In the first quarter, IBM’s Power Systems revenues fell by 17 percent, but Loughridge said the company believes it held market share, presumably meaning only the Unix market because Power Systems people are, generally speaking, focused on AIX and Linux, often to the detriment of the i For Business platform. (Well, that is the name on the logo, so I have started using that because “IBM i” is a silly name for an operating system. Unlike OS/400 or even OS/710 would have been. But I digress.) IBM said that it took market share in the entry and midrange markets where the Power Systems compete–presumably meaning RISC/Itanium Unix–and added that the company had over 170 competitive wins against the likes of Hewlett-Packard and Oracle, which now owns the Sun Microsystems server business, generating $125 million in sales in Q1. IBM added that it gained two points of market share against its midrange Unix rivals, but did not say what data this assertion was based on.
Loughridge said not one word–no, not even a single vowel–about anything relating to the i platform.
System z mainframe sales were down 17 percent in the first quarter, and MIPS shipments fell by 19 percent. Loughridge said that this was consistent with what IBM expected at this point in the mainframe cycle, and that means probably two more quarters of declining revenues. If IBM can ramp up the new Power System 700, 701, and 702 blades and be ready in volume on June 4, and can push a lot of Power 750, 770, and 780 boxes, which have been shipping for a month or two, depending on the model, Power Systems could do alright in the second quarter, helping the numbers a bit.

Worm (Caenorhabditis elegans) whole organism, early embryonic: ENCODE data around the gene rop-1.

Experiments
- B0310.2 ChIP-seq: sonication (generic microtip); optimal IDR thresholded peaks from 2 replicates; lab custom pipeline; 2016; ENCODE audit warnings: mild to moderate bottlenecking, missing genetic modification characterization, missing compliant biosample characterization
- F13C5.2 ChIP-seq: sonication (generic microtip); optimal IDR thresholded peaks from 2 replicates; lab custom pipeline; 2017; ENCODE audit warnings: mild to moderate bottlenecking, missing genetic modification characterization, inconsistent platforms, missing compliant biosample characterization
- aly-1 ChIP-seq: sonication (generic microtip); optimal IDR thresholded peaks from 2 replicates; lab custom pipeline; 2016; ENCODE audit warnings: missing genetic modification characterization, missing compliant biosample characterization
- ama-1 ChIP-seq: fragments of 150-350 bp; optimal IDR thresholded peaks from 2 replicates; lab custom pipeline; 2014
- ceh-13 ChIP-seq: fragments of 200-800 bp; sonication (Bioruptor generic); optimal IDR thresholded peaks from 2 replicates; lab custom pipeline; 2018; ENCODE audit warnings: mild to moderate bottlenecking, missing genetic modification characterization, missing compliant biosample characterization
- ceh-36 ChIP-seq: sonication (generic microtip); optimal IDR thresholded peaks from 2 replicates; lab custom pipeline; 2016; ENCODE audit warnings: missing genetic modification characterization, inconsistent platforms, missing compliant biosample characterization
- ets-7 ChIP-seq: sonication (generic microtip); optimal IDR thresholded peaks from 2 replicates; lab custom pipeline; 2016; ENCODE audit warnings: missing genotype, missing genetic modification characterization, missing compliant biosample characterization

Overall, the Systems and Technology Group posted 3.4 billion in sales in the first quarter, up 5 percent as reported and up 2 percent at constant currency. So there was some real growth here, and IBM can thank a recovery in the System x and BladeCenter product lines and a nice rebound for storage for that. System x sales (which include BladeCenter products because IBM doesn’t use its own Modular Systems brand it announced two years ago) were up by 36 percent in the quarter, albeit against a first quarter of 2009 that was down 27 percent thanks to the economic meltdown. IBM said that X64-based blade servers had a stunning 55 percent growth, and I am wondering just how awful they must have been a year ago for this to happen. (IBM did not elaborate a year ago about how the BladeCenter line did or did not do.)